considered it noteworthy that the BCE board declined requests
from bondholders to meet to discuss bondholder suggestions as
to how bondholder interests could be accommodated within a
- The board's duty to consider the interests of all
securityholders, including bondholders, does not mean that
the interests of each constituency must be given the same
weight or that the benefits of a change-of-control
transaction must be equally distributed among them. In the
Court's words, "It is up to the Board to
consider the relative weight and importance of the various
interests and in its best judgment to structure an
arrangement that takes into account, and to the extent
reasonably possible, satisfies the interests of the various
- In this case, according to the Court of Appeal, the BCE
board did not consider whether it would be possible to
structure an arrangement so that a satisfactory price could
be obtained for the shares, while attenuating the adverse
effect on the bondholders. Because of this failure and the
absence of evidence as to whether such an arrangement could
be structured, the Court held that BCE failed to discharge
its burden of proving that the plan of arrangement was fair
Although the Court of Appeal was considering whether to approve BCE's plan of arrangement, these legal principles potentially apply to board decisions about other types of significant corporate transactions, including support agreements regarding takeover bids.
A Difficult Balance
The Court of Appeal's message is clear, but the practical implications of the decision are not. The message is that directors must ask themselves the right question: not "What is best for the shareholders?" but rather "What is best for the company?" To answer this question, the board must consider the interests of all of the company's stakeholders. However, where the interests of shareholders and bondholders conflict, as in an LBO transaction, the Court of Appeal provides no guidance to directors on how they are to reconcile those conflicting interests.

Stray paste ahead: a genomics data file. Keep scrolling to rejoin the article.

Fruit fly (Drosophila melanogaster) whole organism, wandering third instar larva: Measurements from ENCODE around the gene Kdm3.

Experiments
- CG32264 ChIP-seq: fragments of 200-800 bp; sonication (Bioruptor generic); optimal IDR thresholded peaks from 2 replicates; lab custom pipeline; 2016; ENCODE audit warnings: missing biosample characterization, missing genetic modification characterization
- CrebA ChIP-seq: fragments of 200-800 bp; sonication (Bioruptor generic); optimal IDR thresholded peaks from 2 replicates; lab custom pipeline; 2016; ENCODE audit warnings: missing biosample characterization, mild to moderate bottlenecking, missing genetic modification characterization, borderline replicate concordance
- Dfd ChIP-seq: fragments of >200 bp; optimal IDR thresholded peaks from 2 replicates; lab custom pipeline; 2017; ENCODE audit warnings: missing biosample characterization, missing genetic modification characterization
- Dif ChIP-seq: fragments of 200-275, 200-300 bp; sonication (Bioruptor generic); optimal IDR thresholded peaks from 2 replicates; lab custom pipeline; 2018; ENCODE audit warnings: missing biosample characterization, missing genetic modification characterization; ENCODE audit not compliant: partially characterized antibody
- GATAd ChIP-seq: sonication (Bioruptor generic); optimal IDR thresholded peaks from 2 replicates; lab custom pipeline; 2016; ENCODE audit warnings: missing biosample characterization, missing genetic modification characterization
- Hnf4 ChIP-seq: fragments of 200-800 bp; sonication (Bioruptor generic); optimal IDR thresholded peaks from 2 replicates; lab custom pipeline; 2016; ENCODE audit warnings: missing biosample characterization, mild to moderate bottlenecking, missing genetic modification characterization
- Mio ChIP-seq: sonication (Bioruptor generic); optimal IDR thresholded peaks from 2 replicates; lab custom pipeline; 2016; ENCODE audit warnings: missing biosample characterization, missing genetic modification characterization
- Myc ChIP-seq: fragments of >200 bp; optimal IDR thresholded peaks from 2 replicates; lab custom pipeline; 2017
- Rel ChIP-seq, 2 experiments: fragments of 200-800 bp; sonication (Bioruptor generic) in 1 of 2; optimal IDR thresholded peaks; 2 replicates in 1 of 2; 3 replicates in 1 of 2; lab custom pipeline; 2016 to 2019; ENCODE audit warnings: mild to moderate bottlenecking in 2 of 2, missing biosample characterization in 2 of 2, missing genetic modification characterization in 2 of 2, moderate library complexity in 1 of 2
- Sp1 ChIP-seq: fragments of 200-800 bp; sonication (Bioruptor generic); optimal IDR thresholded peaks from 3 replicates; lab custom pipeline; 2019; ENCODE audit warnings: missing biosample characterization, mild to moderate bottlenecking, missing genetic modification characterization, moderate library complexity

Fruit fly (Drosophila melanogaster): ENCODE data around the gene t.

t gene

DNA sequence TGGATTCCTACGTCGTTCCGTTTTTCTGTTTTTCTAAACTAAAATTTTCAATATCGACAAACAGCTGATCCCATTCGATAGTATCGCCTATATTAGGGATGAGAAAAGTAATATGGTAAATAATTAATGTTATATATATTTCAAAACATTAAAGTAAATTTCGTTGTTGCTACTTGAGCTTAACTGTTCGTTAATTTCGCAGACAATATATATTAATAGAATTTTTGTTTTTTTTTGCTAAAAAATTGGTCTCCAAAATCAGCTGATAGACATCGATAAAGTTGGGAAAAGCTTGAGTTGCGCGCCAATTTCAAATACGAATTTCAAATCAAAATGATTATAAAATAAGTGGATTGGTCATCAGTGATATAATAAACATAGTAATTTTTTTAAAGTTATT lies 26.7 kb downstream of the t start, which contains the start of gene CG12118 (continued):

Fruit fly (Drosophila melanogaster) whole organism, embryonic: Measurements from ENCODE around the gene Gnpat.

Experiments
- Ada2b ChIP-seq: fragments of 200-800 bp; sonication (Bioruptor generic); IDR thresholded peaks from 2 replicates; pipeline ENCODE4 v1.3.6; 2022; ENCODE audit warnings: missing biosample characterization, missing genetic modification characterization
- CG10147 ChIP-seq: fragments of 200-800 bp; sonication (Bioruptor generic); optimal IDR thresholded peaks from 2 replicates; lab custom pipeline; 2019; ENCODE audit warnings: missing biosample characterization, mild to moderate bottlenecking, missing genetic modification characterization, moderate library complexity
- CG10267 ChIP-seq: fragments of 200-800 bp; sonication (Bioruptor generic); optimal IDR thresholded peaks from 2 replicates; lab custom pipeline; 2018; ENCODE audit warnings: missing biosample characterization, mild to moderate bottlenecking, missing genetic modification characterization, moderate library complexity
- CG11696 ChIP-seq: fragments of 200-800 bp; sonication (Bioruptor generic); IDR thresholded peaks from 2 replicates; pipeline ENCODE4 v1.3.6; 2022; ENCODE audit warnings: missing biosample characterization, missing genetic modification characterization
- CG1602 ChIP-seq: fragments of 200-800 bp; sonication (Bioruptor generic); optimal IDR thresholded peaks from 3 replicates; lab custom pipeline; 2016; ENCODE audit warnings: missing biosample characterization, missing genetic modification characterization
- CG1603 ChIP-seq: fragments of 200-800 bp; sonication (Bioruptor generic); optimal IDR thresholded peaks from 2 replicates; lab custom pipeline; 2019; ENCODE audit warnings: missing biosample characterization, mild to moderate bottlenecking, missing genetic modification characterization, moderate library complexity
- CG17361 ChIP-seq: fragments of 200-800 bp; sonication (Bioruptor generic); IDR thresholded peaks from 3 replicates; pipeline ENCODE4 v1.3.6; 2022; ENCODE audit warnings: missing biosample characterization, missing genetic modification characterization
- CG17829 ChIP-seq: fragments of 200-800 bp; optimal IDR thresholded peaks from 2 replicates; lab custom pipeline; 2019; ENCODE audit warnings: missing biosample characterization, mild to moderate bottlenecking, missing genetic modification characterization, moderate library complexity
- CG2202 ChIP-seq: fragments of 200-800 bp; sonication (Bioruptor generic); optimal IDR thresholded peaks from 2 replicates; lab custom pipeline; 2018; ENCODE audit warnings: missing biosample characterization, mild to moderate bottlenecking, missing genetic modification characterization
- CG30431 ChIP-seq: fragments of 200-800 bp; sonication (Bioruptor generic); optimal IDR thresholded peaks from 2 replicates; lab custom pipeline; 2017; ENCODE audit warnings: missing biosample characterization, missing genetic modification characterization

In practice, when required to find an appropriate balance between common and preferred shareholders, companies often offer to repurchase the preferred shares at fair market value, which is determined without regard to the proposed transaction. In a case like this BCE transaction, in which the company was careful to ensure that the transaction adhered to the bondholders' contractual rights, is the company required to offer to repurchase the bonds to establish that the transaction was fair and reasonable to the Bell Canada bondholders? Or is it sufficient for the board to meet with the bondholders and to consider their ideas, without necessarily alleviating the adverse economic effects for the bondholders? The latter approach leaves open the risk that a court might second-guess the board's decision. At the same time, as a result of the BCE decision, there may be less room for shareholders to challenge board decisions in the context of change-of-control transactions, when those decisions have been made after a careful consideration of all interests (including adverse economic effects) and reasonable alternatives.
Finally, without analyzing BCE's oral statements to institutional investors and analysts and without discussing the jurisprudence on this topic that was canvassed by the trial judgment, the Court of Appeal stated that BCE's numerous representations had created a reasonable expectation that the board of directors would have concern for the bondholders' interests in the investment-grade quality of the credit ratings on the bonds. This aspect of the decision highlights the importance for a company to exercise caution in all of its statements (whether written or oral) to avoid unwittingly creating liability or reasonable expectations on which investors will be entitled to rely.
BCE has announced that it and the investor group intend to seek leave to appeal the decision to the Supreme Court of Canada.